Those best riders include 2004 Giro d'Italia winner Damiano Cunego as well as Bettini, who trails Rebellin by six points in the world cup series with two races remaining. "There are a lot of expectations on Damiano Cunego," said Rebellin. "He has a lot of character and is certainly one of the favourites.

"To win the Giro you need endurance and I think he can do just as well in a one-day race. He's also just come through the Tour of Spain, where the stages are not too long but after 20 days of competition he should be in form."

As the local hero - Cunego comes from a suburb of Verona - he will have the crowd behind him, and has shown that he can win on the Verona circuit, taking the junior world championship here in 1999. In that year the climb of the Toricelli was the decisive element in a pro race that saw only 49 of the 173 starters finish. "It's not a hard climb in itself, ... but doing it 18 times will take its toll," said Rebellin.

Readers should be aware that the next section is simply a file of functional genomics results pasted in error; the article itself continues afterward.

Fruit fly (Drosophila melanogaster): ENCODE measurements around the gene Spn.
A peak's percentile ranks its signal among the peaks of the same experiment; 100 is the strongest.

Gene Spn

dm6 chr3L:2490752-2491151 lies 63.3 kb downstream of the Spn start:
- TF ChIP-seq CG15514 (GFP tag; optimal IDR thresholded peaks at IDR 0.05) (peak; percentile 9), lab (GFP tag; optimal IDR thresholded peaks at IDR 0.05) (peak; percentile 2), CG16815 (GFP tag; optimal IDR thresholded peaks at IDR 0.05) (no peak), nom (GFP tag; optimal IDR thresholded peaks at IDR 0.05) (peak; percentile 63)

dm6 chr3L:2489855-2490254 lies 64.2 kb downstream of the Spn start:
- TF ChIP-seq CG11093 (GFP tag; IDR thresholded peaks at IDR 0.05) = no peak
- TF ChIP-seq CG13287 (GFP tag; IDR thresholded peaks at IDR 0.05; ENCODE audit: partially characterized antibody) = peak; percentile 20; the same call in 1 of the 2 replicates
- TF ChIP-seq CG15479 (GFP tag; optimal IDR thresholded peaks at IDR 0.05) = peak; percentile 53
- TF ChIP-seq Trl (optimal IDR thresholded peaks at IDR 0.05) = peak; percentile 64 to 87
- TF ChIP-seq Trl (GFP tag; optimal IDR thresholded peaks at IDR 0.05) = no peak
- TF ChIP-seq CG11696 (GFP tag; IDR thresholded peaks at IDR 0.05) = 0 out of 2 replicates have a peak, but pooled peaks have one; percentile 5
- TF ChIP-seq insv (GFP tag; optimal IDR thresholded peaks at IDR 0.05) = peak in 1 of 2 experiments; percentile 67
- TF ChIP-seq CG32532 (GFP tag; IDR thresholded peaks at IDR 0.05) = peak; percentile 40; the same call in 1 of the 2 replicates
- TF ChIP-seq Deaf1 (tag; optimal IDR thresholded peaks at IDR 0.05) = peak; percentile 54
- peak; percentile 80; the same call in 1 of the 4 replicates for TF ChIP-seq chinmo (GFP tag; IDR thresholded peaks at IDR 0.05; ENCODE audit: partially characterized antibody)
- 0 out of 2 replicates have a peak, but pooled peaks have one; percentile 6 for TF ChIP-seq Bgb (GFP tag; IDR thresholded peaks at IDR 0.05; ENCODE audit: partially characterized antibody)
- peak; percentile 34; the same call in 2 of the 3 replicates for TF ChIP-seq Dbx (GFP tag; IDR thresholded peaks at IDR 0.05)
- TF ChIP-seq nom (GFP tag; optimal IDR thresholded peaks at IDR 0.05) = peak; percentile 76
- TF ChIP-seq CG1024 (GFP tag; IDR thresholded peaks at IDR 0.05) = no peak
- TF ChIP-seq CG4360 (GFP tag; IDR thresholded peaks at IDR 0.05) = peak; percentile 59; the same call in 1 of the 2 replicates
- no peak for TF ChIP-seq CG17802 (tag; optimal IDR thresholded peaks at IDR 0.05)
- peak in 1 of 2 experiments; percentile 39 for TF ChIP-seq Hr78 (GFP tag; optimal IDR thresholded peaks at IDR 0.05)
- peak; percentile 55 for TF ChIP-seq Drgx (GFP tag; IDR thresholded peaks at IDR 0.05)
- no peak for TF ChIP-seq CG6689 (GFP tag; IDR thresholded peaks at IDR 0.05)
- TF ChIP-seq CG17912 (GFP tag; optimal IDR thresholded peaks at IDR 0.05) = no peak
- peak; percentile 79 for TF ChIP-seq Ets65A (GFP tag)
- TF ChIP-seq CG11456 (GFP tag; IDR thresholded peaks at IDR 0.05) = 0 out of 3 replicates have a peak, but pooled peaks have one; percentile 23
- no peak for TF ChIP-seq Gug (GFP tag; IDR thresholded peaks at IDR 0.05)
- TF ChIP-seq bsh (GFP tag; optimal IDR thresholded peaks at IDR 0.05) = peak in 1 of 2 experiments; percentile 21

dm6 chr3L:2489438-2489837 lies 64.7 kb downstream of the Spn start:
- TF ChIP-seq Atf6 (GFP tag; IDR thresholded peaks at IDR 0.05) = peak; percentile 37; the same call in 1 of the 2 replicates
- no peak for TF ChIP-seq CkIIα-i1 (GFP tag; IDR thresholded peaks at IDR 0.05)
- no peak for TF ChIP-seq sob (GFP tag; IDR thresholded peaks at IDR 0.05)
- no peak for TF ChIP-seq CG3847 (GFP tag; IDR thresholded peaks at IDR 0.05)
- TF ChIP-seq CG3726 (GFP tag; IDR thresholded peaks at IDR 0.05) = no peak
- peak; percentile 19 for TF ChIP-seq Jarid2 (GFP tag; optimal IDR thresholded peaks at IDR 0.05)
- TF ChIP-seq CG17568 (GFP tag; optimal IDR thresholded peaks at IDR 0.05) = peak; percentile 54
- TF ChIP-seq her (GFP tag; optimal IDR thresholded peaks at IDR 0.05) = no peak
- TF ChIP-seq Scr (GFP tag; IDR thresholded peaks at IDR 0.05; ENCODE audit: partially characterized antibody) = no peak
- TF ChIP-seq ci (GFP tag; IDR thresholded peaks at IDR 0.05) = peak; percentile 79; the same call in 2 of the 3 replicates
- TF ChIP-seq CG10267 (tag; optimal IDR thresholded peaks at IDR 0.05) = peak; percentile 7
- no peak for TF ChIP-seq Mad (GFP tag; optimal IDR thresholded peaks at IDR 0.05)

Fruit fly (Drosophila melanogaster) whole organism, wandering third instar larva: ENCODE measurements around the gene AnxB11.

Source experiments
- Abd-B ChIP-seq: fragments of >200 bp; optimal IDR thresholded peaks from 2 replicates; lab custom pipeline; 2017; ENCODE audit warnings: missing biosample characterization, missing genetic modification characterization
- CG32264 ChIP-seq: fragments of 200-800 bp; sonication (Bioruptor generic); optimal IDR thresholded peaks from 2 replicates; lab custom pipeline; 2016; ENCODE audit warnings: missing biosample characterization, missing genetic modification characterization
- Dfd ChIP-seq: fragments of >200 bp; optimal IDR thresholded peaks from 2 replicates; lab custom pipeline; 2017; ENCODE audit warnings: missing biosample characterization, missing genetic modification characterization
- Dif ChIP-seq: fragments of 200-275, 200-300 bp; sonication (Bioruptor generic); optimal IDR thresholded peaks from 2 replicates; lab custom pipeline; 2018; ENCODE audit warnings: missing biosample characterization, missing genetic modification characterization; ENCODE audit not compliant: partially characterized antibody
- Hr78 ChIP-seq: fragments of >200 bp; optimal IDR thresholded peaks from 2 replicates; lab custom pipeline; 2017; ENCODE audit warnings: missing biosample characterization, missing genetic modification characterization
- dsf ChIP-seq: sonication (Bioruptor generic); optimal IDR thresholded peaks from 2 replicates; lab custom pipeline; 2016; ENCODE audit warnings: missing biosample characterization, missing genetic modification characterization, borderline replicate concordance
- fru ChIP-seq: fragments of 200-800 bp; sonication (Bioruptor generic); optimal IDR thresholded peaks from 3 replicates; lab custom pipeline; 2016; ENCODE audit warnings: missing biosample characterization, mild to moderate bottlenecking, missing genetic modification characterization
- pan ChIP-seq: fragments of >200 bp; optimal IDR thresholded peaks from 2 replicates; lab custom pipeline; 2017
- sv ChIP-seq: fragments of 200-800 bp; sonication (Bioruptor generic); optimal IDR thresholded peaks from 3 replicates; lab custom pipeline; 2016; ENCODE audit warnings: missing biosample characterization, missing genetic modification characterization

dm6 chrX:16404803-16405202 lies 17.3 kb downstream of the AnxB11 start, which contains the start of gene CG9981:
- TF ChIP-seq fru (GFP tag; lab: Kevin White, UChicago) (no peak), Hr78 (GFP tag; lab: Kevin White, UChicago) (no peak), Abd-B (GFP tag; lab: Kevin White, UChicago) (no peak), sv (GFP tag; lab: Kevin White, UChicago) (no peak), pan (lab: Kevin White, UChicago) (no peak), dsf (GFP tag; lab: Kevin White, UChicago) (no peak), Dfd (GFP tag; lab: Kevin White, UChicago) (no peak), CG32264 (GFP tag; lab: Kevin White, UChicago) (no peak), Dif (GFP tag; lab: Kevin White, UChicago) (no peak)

"I'm feeling calm - all my fans have got behind me, and I feel like the general public can understand why I took this decision."

Nevertheless, Franco Ballerini is not impressed. "Rebellin is a great rider," he said, "even if each one of his appearances in the Italian national jersey has always wound up in a setback."

But Ballerini had been prepared to give Rebellin a chance alongside Bettini and Cunego. "He would have been one of the three team leaders on the day, but instead he panicked and went off to get an Argentine passport.

"Obviously it's a choice I don't agree with."

Pound weighs in to Hamilton controversy

World Anti-doping Agency head Dick Pound believes Tyler Hamilton's Olympic gold medal is forever tainted by the A sample test that indicated blood abnormalities at Athens. Hamilton was not declared positive after Athens because a lab error made his B sample unusable, but returned a subsequent positive for homologous blood doping at the Vuelta a Espana.